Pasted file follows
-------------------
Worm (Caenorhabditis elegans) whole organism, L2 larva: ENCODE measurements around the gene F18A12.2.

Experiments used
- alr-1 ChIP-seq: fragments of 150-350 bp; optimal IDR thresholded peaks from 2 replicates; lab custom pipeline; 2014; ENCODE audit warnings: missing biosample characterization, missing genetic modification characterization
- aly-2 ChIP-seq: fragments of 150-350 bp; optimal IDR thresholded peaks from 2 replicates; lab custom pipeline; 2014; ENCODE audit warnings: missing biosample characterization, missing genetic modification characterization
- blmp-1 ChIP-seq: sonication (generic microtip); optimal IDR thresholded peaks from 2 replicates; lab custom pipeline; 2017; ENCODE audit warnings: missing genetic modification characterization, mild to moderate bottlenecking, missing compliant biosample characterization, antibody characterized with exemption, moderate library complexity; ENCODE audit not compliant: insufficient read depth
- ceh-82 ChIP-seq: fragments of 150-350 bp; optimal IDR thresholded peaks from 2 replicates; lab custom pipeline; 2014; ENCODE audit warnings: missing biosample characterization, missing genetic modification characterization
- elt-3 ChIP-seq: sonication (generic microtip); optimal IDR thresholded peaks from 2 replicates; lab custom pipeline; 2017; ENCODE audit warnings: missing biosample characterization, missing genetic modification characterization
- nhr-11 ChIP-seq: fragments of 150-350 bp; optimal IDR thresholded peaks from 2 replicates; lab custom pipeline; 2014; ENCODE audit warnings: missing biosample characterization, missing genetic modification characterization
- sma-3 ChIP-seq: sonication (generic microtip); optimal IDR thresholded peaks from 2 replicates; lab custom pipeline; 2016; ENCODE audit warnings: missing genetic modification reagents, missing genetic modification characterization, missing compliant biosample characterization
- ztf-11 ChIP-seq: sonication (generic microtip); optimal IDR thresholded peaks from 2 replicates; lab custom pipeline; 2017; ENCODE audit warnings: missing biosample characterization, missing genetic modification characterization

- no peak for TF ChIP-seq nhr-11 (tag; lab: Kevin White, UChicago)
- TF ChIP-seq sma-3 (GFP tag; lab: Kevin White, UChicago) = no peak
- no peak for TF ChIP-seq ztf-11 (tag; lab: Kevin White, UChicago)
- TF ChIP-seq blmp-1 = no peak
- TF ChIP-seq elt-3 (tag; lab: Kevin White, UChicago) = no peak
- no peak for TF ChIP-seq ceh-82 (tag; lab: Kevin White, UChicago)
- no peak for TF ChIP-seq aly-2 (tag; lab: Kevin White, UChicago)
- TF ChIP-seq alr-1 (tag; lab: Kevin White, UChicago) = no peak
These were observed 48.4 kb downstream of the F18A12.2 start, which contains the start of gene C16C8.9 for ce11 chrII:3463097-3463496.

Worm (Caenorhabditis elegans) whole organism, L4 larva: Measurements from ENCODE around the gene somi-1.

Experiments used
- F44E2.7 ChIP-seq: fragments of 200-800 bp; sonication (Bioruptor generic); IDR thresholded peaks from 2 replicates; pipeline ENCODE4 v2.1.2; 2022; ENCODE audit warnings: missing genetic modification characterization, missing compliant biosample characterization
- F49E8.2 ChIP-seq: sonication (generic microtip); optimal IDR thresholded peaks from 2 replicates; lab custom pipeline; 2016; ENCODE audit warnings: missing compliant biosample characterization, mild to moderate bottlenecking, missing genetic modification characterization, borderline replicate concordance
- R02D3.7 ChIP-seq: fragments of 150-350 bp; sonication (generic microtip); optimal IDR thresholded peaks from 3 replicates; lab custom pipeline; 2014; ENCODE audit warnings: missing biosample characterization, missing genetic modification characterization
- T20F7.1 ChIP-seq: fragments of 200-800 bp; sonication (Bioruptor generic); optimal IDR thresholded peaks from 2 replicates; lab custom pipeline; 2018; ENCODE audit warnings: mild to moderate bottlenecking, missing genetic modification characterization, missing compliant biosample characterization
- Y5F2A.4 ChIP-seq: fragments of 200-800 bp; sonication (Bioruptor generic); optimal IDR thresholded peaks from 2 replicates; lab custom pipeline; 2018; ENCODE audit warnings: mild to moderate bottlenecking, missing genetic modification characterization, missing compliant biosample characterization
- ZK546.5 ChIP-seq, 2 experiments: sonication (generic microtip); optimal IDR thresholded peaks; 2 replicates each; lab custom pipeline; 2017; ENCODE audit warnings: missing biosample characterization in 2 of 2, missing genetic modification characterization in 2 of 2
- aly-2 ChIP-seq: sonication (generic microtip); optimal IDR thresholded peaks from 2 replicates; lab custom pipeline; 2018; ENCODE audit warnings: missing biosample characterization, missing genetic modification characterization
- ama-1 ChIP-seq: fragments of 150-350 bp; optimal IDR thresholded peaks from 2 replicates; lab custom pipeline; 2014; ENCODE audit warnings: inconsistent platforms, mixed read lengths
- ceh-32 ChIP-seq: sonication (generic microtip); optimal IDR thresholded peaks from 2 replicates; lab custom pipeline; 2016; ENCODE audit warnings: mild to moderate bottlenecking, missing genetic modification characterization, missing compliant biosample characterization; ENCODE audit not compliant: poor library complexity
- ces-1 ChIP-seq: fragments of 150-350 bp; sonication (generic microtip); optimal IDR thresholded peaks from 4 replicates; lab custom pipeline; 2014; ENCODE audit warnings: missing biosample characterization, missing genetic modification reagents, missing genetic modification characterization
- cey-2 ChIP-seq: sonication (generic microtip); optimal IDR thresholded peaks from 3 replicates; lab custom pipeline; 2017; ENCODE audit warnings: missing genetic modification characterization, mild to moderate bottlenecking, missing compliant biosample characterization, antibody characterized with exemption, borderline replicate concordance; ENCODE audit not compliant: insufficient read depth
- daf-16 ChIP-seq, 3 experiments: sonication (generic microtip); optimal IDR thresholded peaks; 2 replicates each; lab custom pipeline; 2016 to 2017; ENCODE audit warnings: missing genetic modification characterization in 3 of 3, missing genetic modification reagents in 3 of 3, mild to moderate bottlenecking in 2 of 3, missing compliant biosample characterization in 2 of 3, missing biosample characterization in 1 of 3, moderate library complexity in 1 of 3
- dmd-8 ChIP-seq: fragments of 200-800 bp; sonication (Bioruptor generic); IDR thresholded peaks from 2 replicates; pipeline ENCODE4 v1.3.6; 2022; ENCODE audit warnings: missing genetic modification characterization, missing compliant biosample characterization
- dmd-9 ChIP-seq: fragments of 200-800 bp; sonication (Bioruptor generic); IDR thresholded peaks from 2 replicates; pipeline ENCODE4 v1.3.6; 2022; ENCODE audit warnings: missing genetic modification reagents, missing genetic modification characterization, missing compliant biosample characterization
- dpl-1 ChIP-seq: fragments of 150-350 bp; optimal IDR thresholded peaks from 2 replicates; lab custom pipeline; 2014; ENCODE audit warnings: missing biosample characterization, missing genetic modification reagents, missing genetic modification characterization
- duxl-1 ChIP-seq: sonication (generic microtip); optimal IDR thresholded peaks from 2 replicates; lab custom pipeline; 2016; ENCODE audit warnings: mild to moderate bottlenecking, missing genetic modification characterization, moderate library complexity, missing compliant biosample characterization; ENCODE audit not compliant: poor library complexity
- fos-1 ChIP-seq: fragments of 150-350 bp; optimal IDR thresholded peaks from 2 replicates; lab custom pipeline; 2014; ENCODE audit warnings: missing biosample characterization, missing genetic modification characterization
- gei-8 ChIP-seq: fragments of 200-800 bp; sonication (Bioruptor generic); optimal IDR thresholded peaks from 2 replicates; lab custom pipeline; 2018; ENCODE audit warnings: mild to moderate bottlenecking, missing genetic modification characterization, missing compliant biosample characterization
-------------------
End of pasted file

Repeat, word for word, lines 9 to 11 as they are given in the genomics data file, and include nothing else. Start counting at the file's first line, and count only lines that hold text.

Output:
- sma-3 ChIP-seq: sonication (generic microtip); optimal IDR thresholded peaks from 2 replicates; lab custom pipeline; 2016; ENCODE audit warnings: missing genetic modification reagents, missing genetic modification characterization, missing compliant biosample characterization
- ztf-11 ChIP-seq: sonication (generic microtip); optimal IDR thresholded peaks from 2 replicates; lab custom pipeline; 2017; ENCODE audit warnings: missing biosample characterization, missing genetic modification characterization

- no peak for TF ChIP-seq nhr-11 (tag; lab: Kevin White, UChicago)